Taiwan to change law to prevent 'economic espionage' by China

The proposed amendments will mean tougher penalties for abetting Chinese companies or leaking trade secrets.
By Hwang Chun-mei
Taiwan to change law to prevent 'economic espionage' by China A chip by Taiwan Semiconductor Manufacturing Company (TSMC) is seen at the 2020 World Semiconductor Conference in Nanjing in China's eastern Jiangsu province on Aug. 26, 2020.

The democratic island of Taiwan on Thursday laid out plans to defend its semiconductor industry from "economic espionage," boosting penalties for anyone leaking its cutting-edge technologies to China or other hostile countries.

Taiwan currently makes most of the world's most advanced semiconductor chips, which are needed to build smart gadgets and machinery from cell phones to cars to fighter jets.

Taiwan's Executive Yuan approved the draft amendments to the country's national security law on Thursday, which include actions "infringing on the business secrets of the nation's core and key technologies.2

"In order to respond to expectations from all sectors that we protect our high-tech industries and prevent the outflow of important and key technologies, it is necessary to establish a stricter and more complete national security defense using the law-enforcement system," Executive Yuan spokesman Lo Ping-cheng told reporters.

According to the Mainland Affairs Council (MAC), the amendments will also set up a vetting process for any personnel entrusted, subsidized or funded by government agencies and engaging in businesses involving the country's core and key technologies.

The second goal is to prevent Chinese capital from illegally investing in Taiwan through shell companies or representatives, and to prevent Chinese companies from engaging in illegal business in Taiwan, boosting the likelihood of criminal prosecution for anyone doing Beijing's bidding, the MAC said.

Under current regulations, Chinese companies and affiliates must apply for regulatory approval to set up operations in Taiwan, but many have been using foreign affiliates and other representatives to circumvent the rule.

Under the new amendments, which have yet to be passed in the Legislative Yuan, anyone using their name to help Chinese companies set up operations in Taiwan could be jailed for up to three years, with a NT$15 million fine.

"China's economic espionage is laying siege to the rest of the world right now," Legislative Yuan secretary-general Cheng Yun-peng told reporters.

"Taiwan's amendment to the law to include economic espionage is expected to increase international trust in Taiwan," Cheng said.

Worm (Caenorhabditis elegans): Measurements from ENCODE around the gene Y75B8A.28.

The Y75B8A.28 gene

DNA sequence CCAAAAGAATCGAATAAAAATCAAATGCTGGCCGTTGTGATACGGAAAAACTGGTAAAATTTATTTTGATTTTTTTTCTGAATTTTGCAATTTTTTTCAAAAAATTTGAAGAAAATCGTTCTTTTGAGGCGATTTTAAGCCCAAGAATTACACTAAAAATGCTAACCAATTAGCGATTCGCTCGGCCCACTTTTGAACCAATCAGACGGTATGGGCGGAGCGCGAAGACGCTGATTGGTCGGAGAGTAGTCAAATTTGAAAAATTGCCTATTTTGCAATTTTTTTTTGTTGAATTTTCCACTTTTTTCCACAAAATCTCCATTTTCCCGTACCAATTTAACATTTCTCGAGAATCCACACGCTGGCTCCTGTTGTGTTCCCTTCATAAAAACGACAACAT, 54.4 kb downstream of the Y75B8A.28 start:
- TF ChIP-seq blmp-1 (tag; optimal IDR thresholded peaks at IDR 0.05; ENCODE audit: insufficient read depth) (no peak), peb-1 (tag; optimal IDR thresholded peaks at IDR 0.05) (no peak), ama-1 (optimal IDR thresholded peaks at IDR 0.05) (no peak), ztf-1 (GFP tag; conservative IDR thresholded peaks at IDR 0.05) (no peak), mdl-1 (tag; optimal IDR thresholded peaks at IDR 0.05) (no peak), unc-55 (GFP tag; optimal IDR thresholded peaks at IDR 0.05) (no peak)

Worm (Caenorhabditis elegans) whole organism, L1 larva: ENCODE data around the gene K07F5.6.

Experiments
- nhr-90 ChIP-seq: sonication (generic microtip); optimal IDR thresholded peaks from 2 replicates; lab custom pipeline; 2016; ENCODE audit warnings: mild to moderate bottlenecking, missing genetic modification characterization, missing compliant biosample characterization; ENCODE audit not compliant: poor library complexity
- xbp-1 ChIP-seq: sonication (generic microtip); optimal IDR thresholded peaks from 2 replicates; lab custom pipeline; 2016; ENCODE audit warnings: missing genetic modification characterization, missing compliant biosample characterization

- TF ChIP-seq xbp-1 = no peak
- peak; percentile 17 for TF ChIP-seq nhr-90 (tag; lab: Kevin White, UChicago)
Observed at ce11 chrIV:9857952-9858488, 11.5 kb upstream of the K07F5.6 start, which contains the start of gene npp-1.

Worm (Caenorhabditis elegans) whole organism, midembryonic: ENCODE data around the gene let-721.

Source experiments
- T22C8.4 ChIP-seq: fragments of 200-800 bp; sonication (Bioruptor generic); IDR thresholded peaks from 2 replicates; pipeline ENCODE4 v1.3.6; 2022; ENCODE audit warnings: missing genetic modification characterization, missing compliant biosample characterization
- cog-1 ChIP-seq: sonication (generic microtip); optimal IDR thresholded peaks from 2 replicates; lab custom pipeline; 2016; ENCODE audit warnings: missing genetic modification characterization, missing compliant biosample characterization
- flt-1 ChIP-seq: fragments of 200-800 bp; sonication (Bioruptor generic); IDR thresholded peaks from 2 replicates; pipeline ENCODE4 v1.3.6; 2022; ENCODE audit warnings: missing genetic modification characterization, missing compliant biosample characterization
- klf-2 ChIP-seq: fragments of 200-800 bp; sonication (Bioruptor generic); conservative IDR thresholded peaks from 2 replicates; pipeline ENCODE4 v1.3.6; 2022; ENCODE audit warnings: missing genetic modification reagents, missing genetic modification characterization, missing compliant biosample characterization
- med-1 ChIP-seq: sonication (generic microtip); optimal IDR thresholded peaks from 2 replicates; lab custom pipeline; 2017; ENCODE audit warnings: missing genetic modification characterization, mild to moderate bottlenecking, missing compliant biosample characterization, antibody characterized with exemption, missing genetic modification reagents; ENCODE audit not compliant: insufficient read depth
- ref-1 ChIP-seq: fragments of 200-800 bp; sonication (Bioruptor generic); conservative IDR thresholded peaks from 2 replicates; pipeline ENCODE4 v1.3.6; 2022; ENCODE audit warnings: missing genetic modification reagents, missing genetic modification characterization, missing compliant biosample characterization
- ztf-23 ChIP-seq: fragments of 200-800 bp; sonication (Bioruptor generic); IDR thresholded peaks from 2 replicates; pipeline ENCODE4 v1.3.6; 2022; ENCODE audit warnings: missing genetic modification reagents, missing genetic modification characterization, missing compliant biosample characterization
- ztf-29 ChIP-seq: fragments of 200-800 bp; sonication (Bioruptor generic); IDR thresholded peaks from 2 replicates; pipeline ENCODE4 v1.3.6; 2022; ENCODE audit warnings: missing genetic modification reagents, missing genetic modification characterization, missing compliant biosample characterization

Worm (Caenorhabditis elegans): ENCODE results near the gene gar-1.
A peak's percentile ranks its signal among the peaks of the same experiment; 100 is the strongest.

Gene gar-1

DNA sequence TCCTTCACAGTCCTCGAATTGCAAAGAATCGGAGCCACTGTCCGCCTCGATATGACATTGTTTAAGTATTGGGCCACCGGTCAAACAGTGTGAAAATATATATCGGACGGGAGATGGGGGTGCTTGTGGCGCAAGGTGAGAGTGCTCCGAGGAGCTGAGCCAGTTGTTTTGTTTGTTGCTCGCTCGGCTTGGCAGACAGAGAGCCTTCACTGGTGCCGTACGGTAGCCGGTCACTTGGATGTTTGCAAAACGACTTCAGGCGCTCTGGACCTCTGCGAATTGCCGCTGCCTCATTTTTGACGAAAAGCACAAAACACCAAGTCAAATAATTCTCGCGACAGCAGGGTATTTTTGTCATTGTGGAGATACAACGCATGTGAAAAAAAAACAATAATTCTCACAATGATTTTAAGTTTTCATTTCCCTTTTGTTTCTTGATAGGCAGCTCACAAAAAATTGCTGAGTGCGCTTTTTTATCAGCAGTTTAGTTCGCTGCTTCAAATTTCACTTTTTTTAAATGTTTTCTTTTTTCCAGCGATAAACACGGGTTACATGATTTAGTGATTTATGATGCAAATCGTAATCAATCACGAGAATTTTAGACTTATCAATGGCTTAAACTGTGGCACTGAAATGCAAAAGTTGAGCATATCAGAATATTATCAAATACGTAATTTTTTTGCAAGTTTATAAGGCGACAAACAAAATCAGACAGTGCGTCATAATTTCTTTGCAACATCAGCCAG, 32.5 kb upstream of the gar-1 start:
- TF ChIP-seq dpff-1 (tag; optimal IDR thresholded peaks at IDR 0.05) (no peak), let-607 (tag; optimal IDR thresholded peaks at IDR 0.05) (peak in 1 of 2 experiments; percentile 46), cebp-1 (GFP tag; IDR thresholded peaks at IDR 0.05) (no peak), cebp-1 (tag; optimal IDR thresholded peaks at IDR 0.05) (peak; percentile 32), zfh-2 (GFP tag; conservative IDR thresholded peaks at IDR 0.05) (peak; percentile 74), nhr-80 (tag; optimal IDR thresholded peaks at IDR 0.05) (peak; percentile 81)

"China steals technology from other countries mainly to enhance the economic strength of its companies, and of China itself; but stealing Taiwan's technology is an attempt to weaken our national security, not just our politics and economy," Cheng said.

Growing number of cases

Lo said a designated court will be set up to process economic espionage cases, while laws will also be tightened to prevent the poaching of Taiwanese talent by Chinese companies via companies set up in a third country, Lo said.

"Infiltration in Taiwan's industries from the red supply chain is getting more and more severe in recent years," Taiwan premier Su Tseng-chang said in a statement, referring to Chinese tech suppliers.

"They poached our nation's high-tech talents and stole the nation's core and key technologies."

A statistical analysis of intellectual property infringement cases published by Taiwan's ministry of justice last year showed that the number of people investigated for theft of trade secrets rose from 153 in 2015 to 352 in 2020, yet only 450 people were prosecuted.

As of 2021, only three cases of economic espionage have resulted in a conviction.

Meanwhile, Taiwan Semiconductor Manufacturing Company (TSMC) has said it will boost funding to its chip fabrication capabilities in the face of growing competition from Intel Corp.

TSMC authorized U.S.$20.9 billion in funding for capital expenditures at a board meeting on Thursday to finance the installation and upgrade of its production capacity, as well as investment in advanced packaging, fab construction and other facilities, the United Daily News reported.

Translated and edited by Luisetta Mudie.


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